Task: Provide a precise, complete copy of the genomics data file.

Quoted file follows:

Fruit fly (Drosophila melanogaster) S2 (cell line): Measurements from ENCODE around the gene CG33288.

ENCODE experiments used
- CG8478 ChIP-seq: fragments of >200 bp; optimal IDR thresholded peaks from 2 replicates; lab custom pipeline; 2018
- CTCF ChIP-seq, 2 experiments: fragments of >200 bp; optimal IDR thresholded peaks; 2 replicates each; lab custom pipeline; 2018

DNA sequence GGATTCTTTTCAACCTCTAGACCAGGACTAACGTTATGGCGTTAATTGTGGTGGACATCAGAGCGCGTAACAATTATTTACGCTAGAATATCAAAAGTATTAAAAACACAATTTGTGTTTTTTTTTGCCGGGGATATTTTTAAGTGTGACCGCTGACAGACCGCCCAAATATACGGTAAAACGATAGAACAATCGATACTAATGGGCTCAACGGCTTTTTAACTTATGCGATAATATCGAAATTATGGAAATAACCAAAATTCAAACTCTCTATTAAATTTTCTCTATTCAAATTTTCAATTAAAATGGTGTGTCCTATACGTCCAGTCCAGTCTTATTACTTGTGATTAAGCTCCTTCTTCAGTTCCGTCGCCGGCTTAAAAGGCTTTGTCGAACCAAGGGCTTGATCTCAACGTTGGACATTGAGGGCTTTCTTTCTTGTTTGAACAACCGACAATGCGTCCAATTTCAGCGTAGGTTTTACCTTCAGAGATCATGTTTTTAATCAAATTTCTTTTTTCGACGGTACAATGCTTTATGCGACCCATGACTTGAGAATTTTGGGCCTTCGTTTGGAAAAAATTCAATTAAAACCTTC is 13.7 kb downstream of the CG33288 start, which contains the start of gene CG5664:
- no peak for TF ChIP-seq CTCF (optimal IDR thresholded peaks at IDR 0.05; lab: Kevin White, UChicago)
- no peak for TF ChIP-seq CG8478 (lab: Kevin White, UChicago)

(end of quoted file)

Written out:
Fruit fly (Drosophila melanogaster) S2 (cell line): Measurements from ENCODE around the gene CG33288.

ENCODE experiments used
- CG8478 ChIP-seq: fragments of >200 bp; optimal IDR thresholded peaks from 2 replicates; lab custom pipeline; 2018
- CTCF ChIP-seq, 2 experiments: fragments of >200 bp; optimal IDR thresholded peaks; 2 replicates each; lab custom pipeline; 2018

DNA sequence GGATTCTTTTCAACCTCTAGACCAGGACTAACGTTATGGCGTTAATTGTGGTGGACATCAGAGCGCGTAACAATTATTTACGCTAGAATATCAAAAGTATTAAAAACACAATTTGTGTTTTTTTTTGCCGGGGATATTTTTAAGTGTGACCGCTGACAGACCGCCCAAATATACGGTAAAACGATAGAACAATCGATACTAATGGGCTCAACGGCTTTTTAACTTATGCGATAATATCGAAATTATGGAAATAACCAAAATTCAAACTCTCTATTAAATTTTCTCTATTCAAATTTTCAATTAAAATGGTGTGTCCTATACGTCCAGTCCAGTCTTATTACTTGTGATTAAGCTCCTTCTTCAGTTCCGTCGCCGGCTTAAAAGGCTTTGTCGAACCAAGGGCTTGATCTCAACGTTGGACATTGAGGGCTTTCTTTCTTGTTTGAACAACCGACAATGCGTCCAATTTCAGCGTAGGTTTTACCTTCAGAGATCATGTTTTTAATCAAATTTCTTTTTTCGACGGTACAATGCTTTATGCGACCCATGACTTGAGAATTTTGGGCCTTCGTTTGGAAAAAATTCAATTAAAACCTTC is 13.7 kb downstream of the CG33288 start, which contains the start of gene CG5664:
- no peak for TF ChIP-seq CTCF (optimal IDR thresholded peaks at IDR 0.05; lab: Kevin White, UChicago)
- no peak for TF ChIP-seq CG8478 (lab: Kevin White, UChicago)